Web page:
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1The selling of an entire stock of something, especially tickets for an entertainment or sports event.
- ‘It was an enormous success and right from the start tickets were a sellout.’
- ‘Sources at the venue in Manchester, where the funnyman's tour will end on Tuesday July 1, said the sell-out of 9,000 tickets was likely to be a comedy record breaker.’
- ‘Wolf expects a sellout of 25,000 tickets within three weeks of the April 22 sale date.’
- ‘Every week, he pined for a sellout, selling the virtues of a good crowd like a high-school coach, hoping that filled stands would raise the stakes in the 50-50 raffle.’
- ‘System overloads, ticket sellouts and irate cricket fans yesterday marked the start of the ticket sales for the 2003 Cricket World Cup to be played in February and March next year.’
- 1.1 An event for which all tickets are sold.‘the game is sure to be a sellout’
- ‘Given the fact that last year's event was a complete sell-out, those interested in attending this year should get their hands on tickets as quickly as possible to avoid disappointment.’
- ‘And police chiefs warned fans to behave and urged them not to travel to the sell-out game without a ticket.’
- ‘The band signed with Universal, the world's biggest record company, a year ago, and have since had a platinum-selling album, three top five singles, and are now set to go on a nationwide sell-out tour.’
- ‘All the events were sell-outs and were supported magnificently.’
- ‘The concert was a sell-out as soon as tickets went on sale.’
- ‘Tickets are available directly from the Arts Centre and patrons are advised to book early as it is expected to be a sell-out event.’
- ‘The international multi-platinum award-winning band has already performed in South Africa during a sell-out tour in March this year.’
- ‘The quality of Cuppers entries has proved so consistently impressive that it is now a sell-out event.’
- ‘The Donegal singer recently performed at a sell-out concert in Galway Town Hall Theatre and at her very successful shows in Tipperary and Kerry.’
- ‘People recognise the name and have a vague idea who he is, but in Australia he is huge, having hosted his own TV series, released best-selling albums and performed countless sell-out tours.’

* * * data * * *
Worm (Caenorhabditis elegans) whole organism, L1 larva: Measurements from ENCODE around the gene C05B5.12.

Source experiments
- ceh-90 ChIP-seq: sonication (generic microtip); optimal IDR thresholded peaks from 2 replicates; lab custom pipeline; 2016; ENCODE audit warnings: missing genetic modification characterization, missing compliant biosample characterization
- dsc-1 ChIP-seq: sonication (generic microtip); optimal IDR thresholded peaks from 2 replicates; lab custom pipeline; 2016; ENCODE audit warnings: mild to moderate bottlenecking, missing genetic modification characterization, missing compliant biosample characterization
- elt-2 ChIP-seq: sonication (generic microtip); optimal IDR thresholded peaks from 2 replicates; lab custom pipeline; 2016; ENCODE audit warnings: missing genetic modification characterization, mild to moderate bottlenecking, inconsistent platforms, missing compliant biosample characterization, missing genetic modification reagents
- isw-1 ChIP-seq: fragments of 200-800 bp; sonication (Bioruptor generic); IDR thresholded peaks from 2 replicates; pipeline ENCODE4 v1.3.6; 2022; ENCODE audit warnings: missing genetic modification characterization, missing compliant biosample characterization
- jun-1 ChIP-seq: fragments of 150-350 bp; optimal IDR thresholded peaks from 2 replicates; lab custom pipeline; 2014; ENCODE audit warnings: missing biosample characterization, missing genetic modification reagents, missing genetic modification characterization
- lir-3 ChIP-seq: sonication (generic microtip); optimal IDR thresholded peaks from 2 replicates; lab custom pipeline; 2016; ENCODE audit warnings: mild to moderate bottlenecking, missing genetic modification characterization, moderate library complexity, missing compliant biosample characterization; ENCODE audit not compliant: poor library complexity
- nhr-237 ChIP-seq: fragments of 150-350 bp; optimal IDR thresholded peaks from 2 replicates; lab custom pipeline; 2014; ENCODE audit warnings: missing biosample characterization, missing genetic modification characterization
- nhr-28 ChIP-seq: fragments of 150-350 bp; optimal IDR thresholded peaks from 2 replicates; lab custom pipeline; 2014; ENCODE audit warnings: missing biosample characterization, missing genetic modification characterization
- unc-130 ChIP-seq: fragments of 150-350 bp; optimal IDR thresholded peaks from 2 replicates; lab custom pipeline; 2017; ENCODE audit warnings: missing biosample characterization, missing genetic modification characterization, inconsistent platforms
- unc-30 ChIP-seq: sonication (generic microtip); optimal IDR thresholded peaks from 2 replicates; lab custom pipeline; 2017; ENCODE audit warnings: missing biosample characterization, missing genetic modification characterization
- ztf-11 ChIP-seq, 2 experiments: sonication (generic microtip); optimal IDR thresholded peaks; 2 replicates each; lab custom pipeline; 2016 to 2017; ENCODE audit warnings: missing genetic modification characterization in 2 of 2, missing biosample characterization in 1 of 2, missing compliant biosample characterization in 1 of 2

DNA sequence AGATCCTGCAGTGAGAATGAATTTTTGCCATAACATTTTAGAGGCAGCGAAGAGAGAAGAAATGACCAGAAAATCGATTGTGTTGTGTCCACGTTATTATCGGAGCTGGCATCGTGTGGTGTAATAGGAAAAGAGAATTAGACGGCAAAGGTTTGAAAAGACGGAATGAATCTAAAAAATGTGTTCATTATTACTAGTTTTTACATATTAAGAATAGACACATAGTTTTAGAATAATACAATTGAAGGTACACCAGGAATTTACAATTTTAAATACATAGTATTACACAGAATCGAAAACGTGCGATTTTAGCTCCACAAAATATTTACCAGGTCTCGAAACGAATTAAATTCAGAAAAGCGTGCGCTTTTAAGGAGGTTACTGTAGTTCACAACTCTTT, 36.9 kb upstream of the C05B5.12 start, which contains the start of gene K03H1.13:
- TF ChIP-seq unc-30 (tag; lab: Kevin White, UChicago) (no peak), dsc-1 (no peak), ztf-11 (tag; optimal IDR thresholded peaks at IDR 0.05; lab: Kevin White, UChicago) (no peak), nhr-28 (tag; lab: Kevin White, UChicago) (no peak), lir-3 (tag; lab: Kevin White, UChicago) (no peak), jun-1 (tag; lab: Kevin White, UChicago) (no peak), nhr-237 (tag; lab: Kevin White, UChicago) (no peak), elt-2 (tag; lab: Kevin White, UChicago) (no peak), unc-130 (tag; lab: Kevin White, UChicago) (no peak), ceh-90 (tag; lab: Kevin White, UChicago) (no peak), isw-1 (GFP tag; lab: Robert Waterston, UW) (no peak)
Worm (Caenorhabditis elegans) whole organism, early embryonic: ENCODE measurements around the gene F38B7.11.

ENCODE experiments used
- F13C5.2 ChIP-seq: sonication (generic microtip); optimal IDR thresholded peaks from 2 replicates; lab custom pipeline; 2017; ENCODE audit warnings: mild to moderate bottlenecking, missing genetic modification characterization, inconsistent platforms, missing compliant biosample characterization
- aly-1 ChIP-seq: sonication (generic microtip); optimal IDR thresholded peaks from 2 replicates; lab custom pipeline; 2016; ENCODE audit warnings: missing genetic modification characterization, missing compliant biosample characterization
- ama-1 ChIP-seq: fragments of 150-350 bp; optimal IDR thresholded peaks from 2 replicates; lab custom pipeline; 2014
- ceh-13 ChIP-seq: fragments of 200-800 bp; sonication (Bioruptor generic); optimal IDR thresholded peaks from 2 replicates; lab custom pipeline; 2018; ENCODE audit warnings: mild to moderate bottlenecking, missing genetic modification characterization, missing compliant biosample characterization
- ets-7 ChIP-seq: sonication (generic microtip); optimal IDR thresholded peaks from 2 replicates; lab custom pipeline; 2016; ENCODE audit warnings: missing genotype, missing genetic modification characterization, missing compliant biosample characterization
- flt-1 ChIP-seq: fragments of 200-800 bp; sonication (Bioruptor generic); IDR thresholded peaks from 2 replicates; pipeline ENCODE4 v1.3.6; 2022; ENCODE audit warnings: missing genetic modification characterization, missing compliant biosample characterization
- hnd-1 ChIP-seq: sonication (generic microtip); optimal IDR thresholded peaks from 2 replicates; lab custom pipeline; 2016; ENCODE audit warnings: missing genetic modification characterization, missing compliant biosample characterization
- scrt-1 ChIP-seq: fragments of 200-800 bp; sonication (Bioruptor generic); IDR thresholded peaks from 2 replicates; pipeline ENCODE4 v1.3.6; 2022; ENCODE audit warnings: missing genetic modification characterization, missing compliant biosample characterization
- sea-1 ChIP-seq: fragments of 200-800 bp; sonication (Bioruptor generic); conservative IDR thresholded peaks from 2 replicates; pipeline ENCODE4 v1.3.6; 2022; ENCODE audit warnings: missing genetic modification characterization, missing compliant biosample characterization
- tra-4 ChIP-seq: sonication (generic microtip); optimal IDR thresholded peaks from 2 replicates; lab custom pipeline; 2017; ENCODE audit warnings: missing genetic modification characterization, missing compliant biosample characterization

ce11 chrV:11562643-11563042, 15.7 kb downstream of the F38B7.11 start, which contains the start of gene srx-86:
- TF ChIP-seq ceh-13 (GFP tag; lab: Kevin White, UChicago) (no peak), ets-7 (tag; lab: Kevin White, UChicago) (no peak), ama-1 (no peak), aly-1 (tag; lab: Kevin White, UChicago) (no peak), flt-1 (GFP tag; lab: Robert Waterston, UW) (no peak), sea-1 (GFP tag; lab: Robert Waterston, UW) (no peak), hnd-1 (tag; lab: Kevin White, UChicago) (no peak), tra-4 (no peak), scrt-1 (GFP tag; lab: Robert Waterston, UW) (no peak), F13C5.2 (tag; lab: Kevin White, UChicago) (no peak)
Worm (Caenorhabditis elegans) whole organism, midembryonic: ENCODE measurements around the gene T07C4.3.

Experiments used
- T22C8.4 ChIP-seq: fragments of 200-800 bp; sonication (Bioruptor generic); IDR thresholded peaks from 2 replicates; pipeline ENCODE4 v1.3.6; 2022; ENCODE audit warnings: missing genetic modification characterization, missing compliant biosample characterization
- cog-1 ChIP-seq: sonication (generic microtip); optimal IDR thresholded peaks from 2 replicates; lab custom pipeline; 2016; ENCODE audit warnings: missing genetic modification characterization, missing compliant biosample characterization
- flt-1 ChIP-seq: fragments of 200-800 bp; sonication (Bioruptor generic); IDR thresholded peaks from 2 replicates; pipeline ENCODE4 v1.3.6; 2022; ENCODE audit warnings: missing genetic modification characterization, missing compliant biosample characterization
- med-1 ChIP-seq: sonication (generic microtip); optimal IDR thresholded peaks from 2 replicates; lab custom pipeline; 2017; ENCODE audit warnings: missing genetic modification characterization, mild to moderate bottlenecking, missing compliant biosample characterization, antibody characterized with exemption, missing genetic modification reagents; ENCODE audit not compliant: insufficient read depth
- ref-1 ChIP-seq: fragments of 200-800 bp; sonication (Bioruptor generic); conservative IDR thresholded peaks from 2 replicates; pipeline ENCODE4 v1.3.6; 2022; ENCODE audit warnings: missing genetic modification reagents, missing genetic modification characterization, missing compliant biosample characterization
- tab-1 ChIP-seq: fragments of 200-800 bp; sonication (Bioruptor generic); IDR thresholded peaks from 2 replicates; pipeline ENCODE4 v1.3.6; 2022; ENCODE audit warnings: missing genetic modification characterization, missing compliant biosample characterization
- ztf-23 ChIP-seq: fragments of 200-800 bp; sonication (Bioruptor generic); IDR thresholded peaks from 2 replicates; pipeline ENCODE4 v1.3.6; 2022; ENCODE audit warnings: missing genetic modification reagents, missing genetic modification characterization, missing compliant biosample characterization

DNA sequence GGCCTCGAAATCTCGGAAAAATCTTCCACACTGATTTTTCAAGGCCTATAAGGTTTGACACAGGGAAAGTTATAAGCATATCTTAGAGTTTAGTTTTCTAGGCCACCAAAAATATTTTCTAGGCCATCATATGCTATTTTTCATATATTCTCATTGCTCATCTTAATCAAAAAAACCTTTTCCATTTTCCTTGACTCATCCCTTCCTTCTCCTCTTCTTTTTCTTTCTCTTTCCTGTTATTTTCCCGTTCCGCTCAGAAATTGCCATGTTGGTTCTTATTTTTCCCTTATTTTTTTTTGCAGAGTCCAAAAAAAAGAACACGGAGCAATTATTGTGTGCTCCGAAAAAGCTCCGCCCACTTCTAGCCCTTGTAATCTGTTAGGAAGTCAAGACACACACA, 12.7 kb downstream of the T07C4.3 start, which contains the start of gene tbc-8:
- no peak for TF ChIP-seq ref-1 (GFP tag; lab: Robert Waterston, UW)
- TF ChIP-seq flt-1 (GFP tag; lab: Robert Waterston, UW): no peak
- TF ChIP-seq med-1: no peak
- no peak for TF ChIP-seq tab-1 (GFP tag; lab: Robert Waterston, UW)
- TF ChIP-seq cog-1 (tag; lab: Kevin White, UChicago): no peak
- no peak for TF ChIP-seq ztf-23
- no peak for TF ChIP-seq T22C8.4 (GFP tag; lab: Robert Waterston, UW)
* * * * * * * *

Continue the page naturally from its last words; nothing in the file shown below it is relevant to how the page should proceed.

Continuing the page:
- ‘The event was a sell-out success and the organisers are now almost certain to bring the event back to the town in May 2005.’
- ‘Over 7,500 people got to see this show at the Edinburgh Festival this summer and many more were left disappointed, as it became the sell-out hit of the event.’
- ‘So if you missed out on tickets for the sell-out Edinburgh event, make your way to the Globe Arena on September 10 and 11.’
- ‘While organisers have claimed an increase in the number of sell-out screenings, the event is struggling and has recorded financial losses for the past three years in a row.’
- ‘A total of £1, 578 was raised by the sell-out event.’
- ‘Expectations are high for what promises to be a sell-out event.’
- ‘It was a sell-out night with 400 tickets sold, many to students at the school.’
- ‘The singer, who will turn 37 later this month, postponed her sell-out tour of Australia and pulled out of her headline appearance at next month's Glastonbury Festival following the diagnosis.’
- ‘A 72,000 sell-out, tickets for the game were snapped up within hours of it being announced in March.’
- ‘This show had a nationwide sell-out tour in 2003 and sold out St Nicholas' Church in Galway again last Christmas and last May, achieving standing ovations at each show.’
2A sale of a business or company.
- ‘She optimistically spoke about the better language in the contract and began to hear rumors of the sell-out of the union negotiating team.’
- ‘Two years of home sellouts and the increased concession sales alone could be worth as much as $15 million.’
- ‘‘The sellout of Aer Lingus is a shameful decision,’ Mr Rabbitte told delegates in his opening address at the Brandon Hotel.’
- ‘The clean-up of corruption in the public health service has not even got off the ground and the sell-out of its transport services to the private sector must have made someone richer, but it has not stopped the rot.’
- 2.1 A betrayal of one's principles for reasons of expedience.‘one of the biggest political sellouts in decades’
disloyalty, treachery, perfidy, perfidiousness, bad faith, faithlessness, falsenessView synonyms
- ‘Corporate work might sound like a sell-out, but it's actually a much more honest way to make a buck.’
- ‘There was no doubt that many in the folk music scene regarded the transition to electric guitar as a betrayal and a sell-out of everything they believed in.’
- ‘A shameful catalogue of abandonment, betrayal, sell-out, dishonesty and total breach of trust.’
- ‘It is a sell-out - an utter betrayal of the working people of this country, and of every patriotic New Zealander.’
- ‘Pressure groups, however, have described the final deal as ineffective and one of the biggest political sell-outs in decades.’
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